Staging the (Anthropos)cene: An Exploration of Climate Change and the Human Through Playwrighting pursues the question, “how do we put climate change on stage?” Beginning from this broad point of entry, the work considers some theoretical lenses which make sense of climate change’s complex elements: new materialism and posthumanism. Perhaps the greatest intervention of theory comes with the project’s recognition of climate change’s history, noting that, because the phenomenon was created by colonialism, it should be investigated through critical race theory; such an intervention, it is proposed, will highlight the cultural underpinnings of the actions creating climate change. From the critical understandings pulled from theory, the project analyzes Suzan-Lori Parks’ The Death of the Last Black Man in the Whole Entire World as a model for staging some of the findings.

The work takes three forms: the first is a critical thesis, which is contained here in the Introduction and Chapters 1 through 3. The second form was a play which attempted to answer the critical question through practice; the play is contained as Chapter 4. The third form—a staged reading of the play—Is not contained here, but is commented on in Chapter 3. Ultimately, it is suggested that the play may not have completely answered the critical question, but instead highlighted the need for more works which interrogate the idea of the “human” within the terms of climate change.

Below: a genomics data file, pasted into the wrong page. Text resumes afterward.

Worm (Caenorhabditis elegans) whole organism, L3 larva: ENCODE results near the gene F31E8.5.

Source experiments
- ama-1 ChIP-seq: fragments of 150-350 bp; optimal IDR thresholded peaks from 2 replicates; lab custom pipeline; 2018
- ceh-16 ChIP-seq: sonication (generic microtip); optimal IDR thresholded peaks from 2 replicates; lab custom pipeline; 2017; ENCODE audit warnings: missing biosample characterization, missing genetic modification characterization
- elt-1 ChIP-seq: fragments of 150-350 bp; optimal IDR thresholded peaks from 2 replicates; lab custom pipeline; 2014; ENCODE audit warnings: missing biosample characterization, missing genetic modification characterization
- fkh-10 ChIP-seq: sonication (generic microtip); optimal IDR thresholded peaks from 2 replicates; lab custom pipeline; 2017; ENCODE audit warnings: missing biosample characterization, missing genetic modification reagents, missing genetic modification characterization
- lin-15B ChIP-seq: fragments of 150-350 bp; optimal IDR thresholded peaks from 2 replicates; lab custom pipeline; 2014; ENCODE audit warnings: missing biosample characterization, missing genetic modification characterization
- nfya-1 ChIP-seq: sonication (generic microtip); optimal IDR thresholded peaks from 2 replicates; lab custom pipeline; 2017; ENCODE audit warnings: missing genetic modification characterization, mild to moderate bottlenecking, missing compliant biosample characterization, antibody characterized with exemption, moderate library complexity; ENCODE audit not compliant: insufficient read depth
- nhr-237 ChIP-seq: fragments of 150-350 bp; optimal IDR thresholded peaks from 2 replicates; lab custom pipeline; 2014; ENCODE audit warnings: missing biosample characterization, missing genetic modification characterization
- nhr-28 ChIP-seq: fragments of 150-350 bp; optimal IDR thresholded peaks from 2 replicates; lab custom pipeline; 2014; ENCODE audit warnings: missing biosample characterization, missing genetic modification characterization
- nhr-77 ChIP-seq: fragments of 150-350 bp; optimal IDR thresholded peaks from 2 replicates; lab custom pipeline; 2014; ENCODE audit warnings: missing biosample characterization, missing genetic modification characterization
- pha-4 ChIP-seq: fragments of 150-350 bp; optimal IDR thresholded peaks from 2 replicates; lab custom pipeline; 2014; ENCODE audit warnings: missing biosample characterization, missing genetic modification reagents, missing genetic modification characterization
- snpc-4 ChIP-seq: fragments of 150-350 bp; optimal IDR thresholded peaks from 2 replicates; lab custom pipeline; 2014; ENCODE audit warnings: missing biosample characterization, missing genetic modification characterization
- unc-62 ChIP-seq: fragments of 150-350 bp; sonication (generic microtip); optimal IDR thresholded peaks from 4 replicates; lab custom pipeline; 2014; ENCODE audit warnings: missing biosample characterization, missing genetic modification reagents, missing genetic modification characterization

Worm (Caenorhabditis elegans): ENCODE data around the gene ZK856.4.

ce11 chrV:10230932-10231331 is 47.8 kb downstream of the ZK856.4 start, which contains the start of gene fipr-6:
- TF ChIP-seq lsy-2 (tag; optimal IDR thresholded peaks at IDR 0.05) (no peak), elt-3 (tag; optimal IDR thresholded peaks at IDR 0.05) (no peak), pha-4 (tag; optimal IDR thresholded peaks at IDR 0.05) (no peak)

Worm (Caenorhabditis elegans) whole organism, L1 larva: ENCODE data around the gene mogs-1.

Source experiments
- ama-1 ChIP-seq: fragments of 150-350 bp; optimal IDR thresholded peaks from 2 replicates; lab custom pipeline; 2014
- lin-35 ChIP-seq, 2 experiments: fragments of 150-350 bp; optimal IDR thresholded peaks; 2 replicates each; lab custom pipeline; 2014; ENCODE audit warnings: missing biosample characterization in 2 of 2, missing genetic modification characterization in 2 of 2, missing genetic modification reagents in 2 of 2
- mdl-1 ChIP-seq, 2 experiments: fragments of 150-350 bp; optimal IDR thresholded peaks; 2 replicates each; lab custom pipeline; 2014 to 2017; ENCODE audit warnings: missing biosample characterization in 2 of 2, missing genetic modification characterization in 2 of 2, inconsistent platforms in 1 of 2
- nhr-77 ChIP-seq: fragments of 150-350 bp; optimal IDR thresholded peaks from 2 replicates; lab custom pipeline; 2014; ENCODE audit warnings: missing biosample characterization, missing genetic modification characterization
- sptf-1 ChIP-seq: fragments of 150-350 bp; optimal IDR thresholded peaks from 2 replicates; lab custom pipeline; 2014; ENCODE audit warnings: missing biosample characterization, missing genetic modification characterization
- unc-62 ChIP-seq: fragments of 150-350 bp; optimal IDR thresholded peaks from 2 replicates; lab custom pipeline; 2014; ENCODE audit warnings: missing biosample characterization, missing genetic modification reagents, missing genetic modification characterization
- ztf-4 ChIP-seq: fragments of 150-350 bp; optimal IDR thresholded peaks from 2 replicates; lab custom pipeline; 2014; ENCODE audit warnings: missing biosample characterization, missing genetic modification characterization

Barnard, John

Second Advisor

Huston-Findley, Shirley


English; Theatre and Dance


Dramatic Literature, Criticism and Theory | Performance Studies | Playwriting


Climate change, Anthropocene, New materialism, Posthumanism, Critical Race Theory

Publication Date


Degree Granted

Bachelor of Arts

Document Type

Senior Independent Study Thesis



© Copyright 2019 Daniel L. Myers